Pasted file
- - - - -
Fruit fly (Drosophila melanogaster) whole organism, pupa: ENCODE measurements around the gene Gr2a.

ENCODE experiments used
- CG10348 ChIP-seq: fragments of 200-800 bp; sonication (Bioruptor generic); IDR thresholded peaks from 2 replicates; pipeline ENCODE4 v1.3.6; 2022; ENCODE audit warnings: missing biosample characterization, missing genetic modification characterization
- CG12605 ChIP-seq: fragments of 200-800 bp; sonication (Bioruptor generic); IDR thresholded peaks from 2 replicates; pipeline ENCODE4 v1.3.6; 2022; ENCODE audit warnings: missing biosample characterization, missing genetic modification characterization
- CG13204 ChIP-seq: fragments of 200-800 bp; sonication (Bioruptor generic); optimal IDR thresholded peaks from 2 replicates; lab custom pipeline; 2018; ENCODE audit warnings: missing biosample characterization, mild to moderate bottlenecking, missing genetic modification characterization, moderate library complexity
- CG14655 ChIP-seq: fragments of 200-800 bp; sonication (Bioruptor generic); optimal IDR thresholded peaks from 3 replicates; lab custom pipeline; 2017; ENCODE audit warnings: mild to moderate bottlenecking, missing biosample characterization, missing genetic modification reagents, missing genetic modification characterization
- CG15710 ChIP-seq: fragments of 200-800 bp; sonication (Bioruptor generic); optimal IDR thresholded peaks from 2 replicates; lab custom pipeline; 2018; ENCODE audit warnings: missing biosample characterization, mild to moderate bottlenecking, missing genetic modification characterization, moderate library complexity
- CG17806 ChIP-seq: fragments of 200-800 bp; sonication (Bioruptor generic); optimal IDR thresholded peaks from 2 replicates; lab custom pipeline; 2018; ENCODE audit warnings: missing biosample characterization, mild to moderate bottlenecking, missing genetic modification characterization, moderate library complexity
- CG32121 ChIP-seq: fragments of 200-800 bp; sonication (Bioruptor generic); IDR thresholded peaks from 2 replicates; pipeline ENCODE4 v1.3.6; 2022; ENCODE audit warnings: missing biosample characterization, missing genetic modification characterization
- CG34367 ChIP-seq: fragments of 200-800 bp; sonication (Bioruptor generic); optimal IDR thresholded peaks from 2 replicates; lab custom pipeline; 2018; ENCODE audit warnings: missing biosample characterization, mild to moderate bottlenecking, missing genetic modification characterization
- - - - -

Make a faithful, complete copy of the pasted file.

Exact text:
Fruit fly (Drosophila melanogaster) whole organism, pupa: ENCODE measurements around the gene Gr2a.

ENCODE experiments used
- CG10348 ChIP-seq: fragments of 200-800 bp; sonication (Bioruptor generic); IDR thresholded peaks from 2 replicates; pipeline ENCODE4 v1.3.6; 2022; ENCODE audit warnings: missing biosample characterization, missing genetic modification characterization
- CG12605 ChIP-seq: fragments of 200-800 bp; sonication (Bioruptor generic); IDR thresholded peaks from 2 replicates; pipeline ENCODE4 v1.3.6; 2022; ENCODE audit warnings: missing biosample characterization, missing genetic modification characterization
- CG13204 ChIP-seq: fragments of 200-800 bp; sonication (Bioruptor generic); optimal IDR thresholded peaks from 2 replicates; lab custom pipeline; 2018; ENCODE audit warnings: missing biosample characterization, mild to moderate bottlenecking, missing genetic modification characterization, moderate library complexity
- CG14655 ChIP-seq: fragments of 200-800 bp; sonication (Bioruptor generic); optimal IDR thresholded peaks from 3 replicates; lab custom pipeline; 2017; ENCODE audit warnings: mild to moderate bottlenecking, missing biosample characterization, missing genetic modification reagents, missing genetic modification characterization
- CG15710 ChIP-seq: fragments of 200-800 bp; sonication (Bioruptor generic); optimal IDR thresholded peaks from 2 replicates; lab custom pipeline; 2018; ENCODE audit warnings: missing biosample characterization, mild to moderate bottlenecking, missing genetic modification characterization, moderate library complexity
- CG17806 ChIP-seq: fragments of 200-800 bp; sonication (Bioruptor generic); optimal IDR thresholded peaks from 2 replicates; lab custom pipeline; 2018; ENCODE audit warnings: missing biosample characterization, mild to moderate bottlenecking, missing genetic modification characterization, moderate library complexity
- CG32121 ChIP-seq: fragments of 200-800 bp; sonication (Bioruptor generic); IDR thresholded peaks from 2 replicates; pipeline ENCODE4 v1.3.6; 2022; ENCODE audit warnings: missing biosample characterization, missing genetic modification characterization
- CG34367 ChIP-seq: fragments of 200-800 bp; sonication (Bioruptor generic); optimal IDR thresholded peaks from 2 replicates; lab custom pipeline; 2018; ENCODE audit warnings: missing biosample characterization, mild to moderate bottlenecking, missing genetic modification characterization